Author: Deborah Lawrenson
Genre: Contemporary Fiction
Release Date: August 9th, 2011
Source: Personal Copy
With her career at a standstill and a social life that’s far from exciting, Eve finds herself accepting a freelance opportunity in Switzerland working with advertising and promotional brochures. Looking for a little adventure, she decides to take a day trip to a maze located at Lake Geneva. Here she meets Dom, a confident and self assured older man who has made his fortune in a geo technology business. Conversation flows easily, and, after an admittedly whirlwind romance filled with trips to the theater, long nights at local cafes, and travels to Italy, Dom asks Eve to move with him to France. Eve quickly accepts, wanting to put down roots of her own, and the two begin their life at Les Genévriers.
The property drew us in immediately. Not love at first sight, exactly, not as explosive as that: more a deep, promising undertow, as if it had been waiting for us, and we for it. It was familiar, in that it was the same sensation as when Dom and I first met: recklessness muted by instant empathy, surrounded by beauty.At first everything seems fine as Dom and Eve begin repairing the crumbling house and decorating it with antiques and relics from local flea markets. Soon they start discovering many new rooms and hidden chambers filled with many objects that are dubbed “gifts from the house.” After making the choice to do without Internet or telephone, the warm summer days are spent with Eve reading and yearning to translate the authors she loves and Dom composing music on his piano. All seems perfect until one night at a party a local woman, Sabine, thinks she recognizes Dom from her past. Dom quickly dismisses the notion, and Eve accepts everything at first, but the seed of doubt has now been planted in her mind.
A secret can rot the soul. Unspoken, it seeps into the subconscious, it penetrates the body, the character of a person, until at last it takes over all reason and reasoning – until nothing is left but the secret that cannot be told and that must be kept tight inside at all costs. This is devastation, the inner waste.As the winter months descend upon the house, Dom grows more withdrawn and distant and refuses to discuss his history with Rachel. With her suspicions raised, Eve becomes so desperate to find answers to allay her fears that she overlooks the eeriest things occurring around her such as the smell of strange but alluring aromas and shadows outside her kitchen window. Unknown to the current occupants, the house has a sordid history of its own involving Bénédicte Lincel, her blind sister Marthe, and her destructive brother Pierre. As the years pass, Les Genévriers becomes the site of tragedy, heartbreak, and evil deeds that, once uncovered, could change everything Eve has ever known and trusted.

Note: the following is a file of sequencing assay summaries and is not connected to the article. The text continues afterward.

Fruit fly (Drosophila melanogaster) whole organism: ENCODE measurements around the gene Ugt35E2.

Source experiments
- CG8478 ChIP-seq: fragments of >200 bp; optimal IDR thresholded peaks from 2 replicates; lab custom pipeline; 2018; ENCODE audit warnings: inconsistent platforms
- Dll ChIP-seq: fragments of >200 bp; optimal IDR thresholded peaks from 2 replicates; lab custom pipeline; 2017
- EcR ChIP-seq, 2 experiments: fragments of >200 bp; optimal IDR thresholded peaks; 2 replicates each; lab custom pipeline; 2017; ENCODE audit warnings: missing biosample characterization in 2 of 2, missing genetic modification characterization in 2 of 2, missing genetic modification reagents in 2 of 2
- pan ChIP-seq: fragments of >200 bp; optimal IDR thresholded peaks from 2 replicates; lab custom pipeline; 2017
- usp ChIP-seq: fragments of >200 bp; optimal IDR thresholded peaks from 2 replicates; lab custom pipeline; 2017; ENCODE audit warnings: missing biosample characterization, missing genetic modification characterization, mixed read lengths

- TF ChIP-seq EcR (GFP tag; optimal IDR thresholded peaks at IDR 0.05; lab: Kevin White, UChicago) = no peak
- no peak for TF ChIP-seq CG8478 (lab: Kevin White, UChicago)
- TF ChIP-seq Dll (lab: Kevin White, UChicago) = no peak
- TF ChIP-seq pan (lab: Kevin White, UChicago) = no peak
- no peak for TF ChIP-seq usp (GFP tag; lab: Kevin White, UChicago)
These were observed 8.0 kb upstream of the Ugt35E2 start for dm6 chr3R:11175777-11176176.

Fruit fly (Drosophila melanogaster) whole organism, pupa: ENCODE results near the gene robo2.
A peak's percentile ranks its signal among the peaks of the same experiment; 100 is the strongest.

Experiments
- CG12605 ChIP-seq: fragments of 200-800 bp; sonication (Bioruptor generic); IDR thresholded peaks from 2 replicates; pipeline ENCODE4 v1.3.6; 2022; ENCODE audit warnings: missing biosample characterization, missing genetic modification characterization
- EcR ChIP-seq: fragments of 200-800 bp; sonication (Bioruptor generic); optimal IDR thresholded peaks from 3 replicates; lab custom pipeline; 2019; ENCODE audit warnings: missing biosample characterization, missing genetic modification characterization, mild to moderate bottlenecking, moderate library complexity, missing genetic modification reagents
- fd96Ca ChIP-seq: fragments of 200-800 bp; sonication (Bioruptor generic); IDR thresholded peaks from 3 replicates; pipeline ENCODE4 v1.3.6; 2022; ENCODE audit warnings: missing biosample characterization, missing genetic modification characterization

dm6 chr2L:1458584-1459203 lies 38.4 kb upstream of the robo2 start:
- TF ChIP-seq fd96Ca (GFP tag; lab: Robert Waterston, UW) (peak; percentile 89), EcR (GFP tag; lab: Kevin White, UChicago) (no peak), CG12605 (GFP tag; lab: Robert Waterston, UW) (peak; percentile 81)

As much as this pains me to admit, I have not read Rebecca and therefore cannot comment on the claim that this is a modern retelling. There have been a lot of comparisons between Lawrenson and du Maurier’s work in promotional material for The Lantern, and the main character Eve even makes mention of the likeness. However, I will leave the comparing and contrasting of the two works to other more well read bloggers than myself.
On the surface, The Lantern has all the necessary elements for a good Gothic tale. The mysterious setting is filled with crumbling buildings, ghosts, supernatural disturbances ,and family secrets. Before I get into the more critical aspects of my review, I do want to say that I enjoyed the book and found myself quickly turning pages to see where the story would take me. This isn’t to say The Lantern is without flaws, but it does attest to the readability and the general level of enjoyment.
Moving between Eve and Dom in the present and Bénédicte’s story in the past, The Lantern is slow in the beginning but picks up as the stories unfold and come together. The writing kept me feeling appropriately scared, intrigued, etc. However, I didn’t quite buy the ‘romance’ of Eve and Dom. There wasn’t much of a connection between the two, and most of the story was spent with them carrying out different tasks in separate rooms. I think that the story might have been more powerful with a focus on Bénédicte and no romance angle at all. For me the story would have been more enjoyable with Eve being portrayed as a stronger woman who comes to Les Genévriers independent of a man.
The lengthy descriptions of setting definitely place the story firmly within the genre. Lawrenson does a nice job composing a believable, eerie rural setting in France from the buildings to the neighbors. Visualizing the characters and the action was made quite effortless for me as I read. Using a blind character as the basis for a lot of the detailed descriptions of scent was a nice touch. I think without that plot device the descriptive elements would have become too tedious.
I really wish I had read this book in October because I think it would go perfectly during the RIP Challenge. There was just enough of the supernatural to be entertaining without going over the top. As I was writing this review, I reread the first 20 or so pages and was amazed at how much more sense the beginning made the second time around. While I do think the mentions of modern technology took a little away from the Gothic feel, Lawrenson’s explorations of themes such as paranoia and lost love helped me overlook the elements that came across as slightly awkward. While The Lantern may be more enjoyable to those who have not read Rebecca, I do recommend this one for those looking for a very readable ghost story.